Stranglehold Decision

This post is in response to the Weekly Photo Challenge, Resilient.

Here she is, my wisteria vine.  She’s a bit naked at this moment, but the absence of her abundant (read overwhelming) foliage really lets me see just how persistent and actually strangling she has become.  I’m really trying to decide if I should keep her or if I really need to just throw in the towel.

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In my mind’s eye, she graces the stairway railing with flowing cascades of blossoms each spring.  Lovely lavender (I’m guessing) ponytails of fragrance dancing over the edge of the railing.

She has never, not even once, lived up to the floral expectations I so loftily placed on her.  I found her about 15 years ago, and knew it would take years before this young vine would be established enough to bloom.  After about 5 years of waiting, I decided to read up on the care of the wisteria vine.

The year after I realized that she needed to be pruned in order to bloom, she did produce what seemed to be the perfect amount of bloom buds.

I was so excited and could not wait for her to bloom that year.  It was pretty early in the season, and the baby buds perished when the weather turned frosty in April that year.  I was devastated for I simply forgot all about her as I scurried to save all the early bloomers with bedsheets that evening.  She really hasn’t produced any blooms since.

The vine is pretty overwhelming in the summer, and the vines are getting pretty hefty around the new posts of our two-year-old deck.  It’s true – I had to chop her completely to the ground the year we extended the deck.  But she came back, stronger than ever.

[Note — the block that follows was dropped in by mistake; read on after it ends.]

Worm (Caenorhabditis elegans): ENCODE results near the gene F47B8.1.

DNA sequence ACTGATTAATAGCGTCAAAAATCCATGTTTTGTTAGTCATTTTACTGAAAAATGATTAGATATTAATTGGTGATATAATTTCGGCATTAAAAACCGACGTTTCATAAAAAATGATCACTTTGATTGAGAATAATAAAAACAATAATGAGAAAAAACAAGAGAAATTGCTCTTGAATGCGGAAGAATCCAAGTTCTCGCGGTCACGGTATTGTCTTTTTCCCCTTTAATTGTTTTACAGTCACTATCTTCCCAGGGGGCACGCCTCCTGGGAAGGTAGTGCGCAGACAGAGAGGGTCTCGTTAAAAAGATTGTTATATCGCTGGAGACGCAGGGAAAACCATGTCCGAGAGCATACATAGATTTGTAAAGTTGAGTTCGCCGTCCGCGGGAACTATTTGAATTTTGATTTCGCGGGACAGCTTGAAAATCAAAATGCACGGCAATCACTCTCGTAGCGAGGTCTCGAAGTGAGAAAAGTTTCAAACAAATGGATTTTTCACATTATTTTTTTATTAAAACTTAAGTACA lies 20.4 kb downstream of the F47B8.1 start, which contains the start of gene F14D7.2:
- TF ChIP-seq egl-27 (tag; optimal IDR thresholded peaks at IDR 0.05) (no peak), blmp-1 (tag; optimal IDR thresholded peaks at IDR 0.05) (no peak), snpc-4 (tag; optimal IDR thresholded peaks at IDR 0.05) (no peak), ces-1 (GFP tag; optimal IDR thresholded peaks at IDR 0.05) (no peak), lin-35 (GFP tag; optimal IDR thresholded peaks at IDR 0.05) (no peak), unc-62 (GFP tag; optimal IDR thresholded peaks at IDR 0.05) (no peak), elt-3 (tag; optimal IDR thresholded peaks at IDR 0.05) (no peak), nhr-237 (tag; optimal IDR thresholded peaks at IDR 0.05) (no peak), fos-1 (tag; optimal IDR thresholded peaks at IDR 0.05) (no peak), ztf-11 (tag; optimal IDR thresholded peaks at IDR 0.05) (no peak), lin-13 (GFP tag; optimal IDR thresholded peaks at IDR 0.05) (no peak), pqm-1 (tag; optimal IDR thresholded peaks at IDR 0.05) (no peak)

A truly resilient vine.

I do think she needs to go, though.  The shield of privacy she provides is simply not worth the apparent stress she is placing on the railing she is using for support.  Not only that, but she really leaves a mess along the stairwell.  And she’s minimizing the actual space we have to climb up and down the steps to the pool.

I’m thinking a lightweight clematis would most likely be a bit more fitting for this location.  I’m so sorry, Miss Wisteria, but I think this story is writing its final chapter.

What we have heeah – is failure to communicate

Lost in thought on my way to town this morning.  Most mornings, I get in the car, say my morning prayers, and flip on the radio to quiet the drone that are my racing thoughts.  Some mornings I don’t flip on the radio and actually listen to the thoughts.  I keep a notebook in the car for these mornings, because the thoughts are really worth noting and I’ll forget them all by the time I enter the parking garage.

Notes from this morning included “wisteria”, “trumpet vine”, “english ivy”, “evening primrose”.

One evening last week, I coerced my daughter to join me at the middle school for the annual Greenfest.  One of the new events at Greenfest was a perennial exchange.  I was so excited – I went straight home from work, dug up two of my favorite perennial specimens, and lugged them off to the Greenfest.  B does not share my enthusiasm for gardening, which really saddens my heart.  But she was equally excited about the food displays. :/